The Science of Success

Matthew Syed describes in this exhilarating book how champions are made and the science of success.

The notion of success – as in life success – varies from person to person. Some are self-driven and others by outward competition—the most vivid, primal, and dramatic of human pursuits. Before this majestic book, I would question what would make some more successful than others and what factors allow for a gap between the elites to the rest. Can ALL of us be the best? Are we holding ourselves back? Could the ability to overcome mental hurdles be enough? Matthew Syed, bestselling writer and international table-tennis champion (after insane hours of practice) take us on a revelatory exploration of being the best in his field and the true nature of talent in combination with success.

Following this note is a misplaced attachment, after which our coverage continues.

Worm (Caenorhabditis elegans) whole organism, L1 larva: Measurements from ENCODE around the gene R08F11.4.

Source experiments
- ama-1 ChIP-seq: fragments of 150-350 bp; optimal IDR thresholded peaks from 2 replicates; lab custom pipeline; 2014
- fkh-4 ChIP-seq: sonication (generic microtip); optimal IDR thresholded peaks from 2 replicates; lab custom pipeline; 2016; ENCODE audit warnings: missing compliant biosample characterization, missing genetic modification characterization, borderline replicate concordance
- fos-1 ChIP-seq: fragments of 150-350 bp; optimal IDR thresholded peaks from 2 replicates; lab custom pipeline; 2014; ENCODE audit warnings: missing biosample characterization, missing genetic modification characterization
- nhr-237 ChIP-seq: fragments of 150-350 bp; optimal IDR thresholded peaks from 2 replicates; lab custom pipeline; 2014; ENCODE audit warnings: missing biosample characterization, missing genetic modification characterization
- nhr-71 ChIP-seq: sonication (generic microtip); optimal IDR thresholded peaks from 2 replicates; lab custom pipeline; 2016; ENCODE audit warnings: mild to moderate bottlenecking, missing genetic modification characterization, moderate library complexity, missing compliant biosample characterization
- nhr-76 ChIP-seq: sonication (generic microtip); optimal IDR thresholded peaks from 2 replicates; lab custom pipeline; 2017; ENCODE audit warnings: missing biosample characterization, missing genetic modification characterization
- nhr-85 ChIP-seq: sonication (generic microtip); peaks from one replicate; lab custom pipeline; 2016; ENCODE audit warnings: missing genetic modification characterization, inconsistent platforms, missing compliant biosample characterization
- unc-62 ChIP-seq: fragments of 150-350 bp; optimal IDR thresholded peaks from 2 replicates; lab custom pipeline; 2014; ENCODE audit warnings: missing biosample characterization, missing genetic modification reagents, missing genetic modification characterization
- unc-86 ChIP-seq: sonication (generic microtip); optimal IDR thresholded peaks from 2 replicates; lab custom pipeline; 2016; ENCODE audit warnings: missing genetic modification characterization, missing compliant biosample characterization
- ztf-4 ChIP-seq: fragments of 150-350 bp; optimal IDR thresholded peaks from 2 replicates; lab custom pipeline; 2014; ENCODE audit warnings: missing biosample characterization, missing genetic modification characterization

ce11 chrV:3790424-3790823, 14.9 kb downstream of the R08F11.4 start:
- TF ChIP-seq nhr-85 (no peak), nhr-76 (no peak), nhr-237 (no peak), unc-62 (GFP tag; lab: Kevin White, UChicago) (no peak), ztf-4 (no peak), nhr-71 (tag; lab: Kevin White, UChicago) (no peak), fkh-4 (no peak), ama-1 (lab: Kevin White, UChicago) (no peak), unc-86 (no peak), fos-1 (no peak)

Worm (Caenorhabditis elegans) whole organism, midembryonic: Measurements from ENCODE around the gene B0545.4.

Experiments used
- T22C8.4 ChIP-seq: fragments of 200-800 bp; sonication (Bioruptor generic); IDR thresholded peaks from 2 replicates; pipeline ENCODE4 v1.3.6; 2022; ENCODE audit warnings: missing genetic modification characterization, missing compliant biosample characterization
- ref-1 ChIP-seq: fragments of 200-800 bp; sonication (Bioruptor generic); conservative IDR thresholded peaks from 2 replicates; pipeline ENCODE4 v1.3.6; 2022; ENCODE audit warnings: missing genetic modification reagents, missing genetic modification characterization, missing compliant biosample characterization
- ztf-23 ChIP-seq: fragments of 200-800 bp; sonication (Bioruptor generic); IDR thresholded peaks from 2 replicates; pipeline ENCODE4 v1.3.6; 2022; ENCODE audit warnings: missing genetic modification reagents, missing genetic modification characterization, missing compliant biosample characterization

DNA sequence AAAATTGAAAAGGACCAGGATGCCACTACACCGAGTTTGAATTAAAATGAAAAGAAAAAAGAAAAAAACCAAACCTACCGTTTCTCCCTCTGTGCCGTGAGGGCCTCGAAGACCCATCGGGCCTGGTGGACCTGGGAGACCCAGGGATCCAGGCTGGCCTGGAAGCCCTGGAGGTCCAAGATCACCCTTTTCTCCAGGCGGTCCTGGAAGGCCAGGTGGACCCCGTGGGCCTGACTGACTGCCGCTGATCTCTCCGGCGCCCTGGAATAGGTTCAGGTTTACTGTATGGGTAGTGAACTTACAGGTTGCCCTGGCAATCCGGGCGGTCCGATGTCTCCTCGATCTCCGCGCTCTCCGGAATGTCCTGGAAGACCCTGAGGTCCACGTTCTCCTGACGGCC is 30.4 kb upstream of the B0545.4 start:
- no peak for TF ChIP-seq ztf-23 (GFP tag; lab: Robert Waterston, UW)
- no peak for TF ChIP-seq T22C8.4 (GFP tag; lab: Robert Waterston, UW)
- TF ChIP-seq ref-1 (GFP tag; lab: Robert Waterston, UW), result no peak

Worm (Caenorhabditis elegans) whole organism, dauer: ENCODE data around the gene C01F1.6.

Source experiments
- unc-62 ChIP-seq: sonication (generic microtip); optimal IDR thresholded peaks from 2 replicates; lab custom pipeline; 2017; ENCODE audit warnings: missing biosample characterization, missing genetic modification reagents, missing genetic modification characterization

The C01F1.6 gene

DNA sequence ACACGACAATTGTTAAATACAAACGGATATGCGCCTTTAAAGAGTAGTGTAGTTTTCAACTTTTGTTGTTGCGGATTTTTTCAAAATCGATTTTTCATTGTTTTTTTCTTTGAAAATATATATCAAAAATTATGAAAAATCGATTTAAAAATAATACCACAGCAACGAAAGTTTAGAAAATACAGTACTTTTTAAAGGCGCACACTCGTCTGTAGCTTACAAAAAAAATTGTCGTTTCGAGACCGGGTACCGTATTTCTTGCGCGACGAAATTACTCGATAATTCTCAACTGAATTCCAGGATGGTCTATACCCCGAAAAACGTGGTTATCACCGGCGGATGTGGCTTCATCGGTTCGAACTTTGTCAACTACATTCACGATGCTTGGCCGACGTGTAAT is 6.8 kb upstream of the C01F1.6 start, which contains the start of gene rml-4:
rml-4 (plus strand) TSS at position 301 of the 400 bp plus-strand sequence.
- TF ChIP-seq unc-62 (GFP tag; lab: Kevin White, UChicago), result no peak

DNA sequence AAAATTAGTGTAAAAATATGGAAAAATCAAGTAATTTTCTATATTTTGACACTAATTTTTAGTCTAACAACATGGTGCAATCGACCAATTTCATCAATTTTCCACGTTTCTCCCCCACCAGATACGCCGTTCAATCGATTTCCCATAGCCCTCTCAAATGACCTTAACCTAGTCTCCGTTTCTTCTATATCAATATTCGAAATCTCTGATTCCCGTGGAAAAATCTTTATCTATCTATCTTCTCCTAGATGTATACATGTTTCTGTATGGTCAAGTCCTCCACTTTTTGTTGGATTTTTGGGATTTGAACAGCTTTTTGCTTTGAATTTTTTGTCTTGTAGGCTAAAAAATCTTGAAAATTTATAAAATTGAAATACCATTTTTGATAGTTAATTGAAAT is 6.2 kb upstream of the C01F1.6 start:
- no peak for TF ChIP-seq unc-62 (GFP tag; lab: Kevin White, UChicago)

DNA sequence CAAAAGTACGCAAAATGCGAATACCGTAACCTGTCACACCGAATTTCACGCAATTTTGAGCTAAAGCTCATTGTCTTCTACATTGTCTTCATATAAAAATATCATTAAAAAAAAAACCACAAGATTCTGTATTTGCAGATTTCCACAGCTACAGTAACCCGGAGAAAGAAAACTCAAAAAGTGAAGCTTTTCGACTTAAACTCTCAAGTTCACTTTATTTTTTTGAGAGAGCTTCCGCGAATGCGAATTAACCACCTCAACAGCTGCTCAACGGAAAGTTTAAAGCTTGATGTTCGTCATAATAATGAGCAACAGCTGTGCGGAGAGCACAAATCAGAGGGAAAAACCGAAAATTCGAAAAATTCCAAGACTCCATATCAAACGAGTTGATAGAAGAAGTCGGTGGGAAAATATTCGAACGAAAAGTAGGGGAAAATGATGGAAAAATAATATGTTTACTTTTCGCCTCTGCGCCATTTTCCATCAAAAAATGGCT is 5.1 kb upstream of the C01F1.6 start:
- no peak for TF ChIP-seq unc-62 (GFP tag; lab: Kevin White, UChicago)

Let’s address the elephant in the room—Talent is not what you think it is. A psychologist at Florida State University, Anders Ericsson, conducted one of the most extensive investigations ever taken into the causes of outstanding performance. Essentially, Violinists at the renowned Music Academy of West Berlin in Germany were split into three groups. One group contained the cream of the crop, the remarkable and “gifted” students, the other two groups consisted of great performers and the least able performers successively. During the interviews of the different groups, Ericsson discovered the biological histories of the three groups were remarkably similar and showed no systematic differences. So, what separated them? There was one difference. Simple and logical— the number of hours devoted to serious practice. As Syed illustrated, “By the age of twenty, the best violinists had practiced an average of ten thousand hours, Two thousand hours more than the second group and six thousand hours more than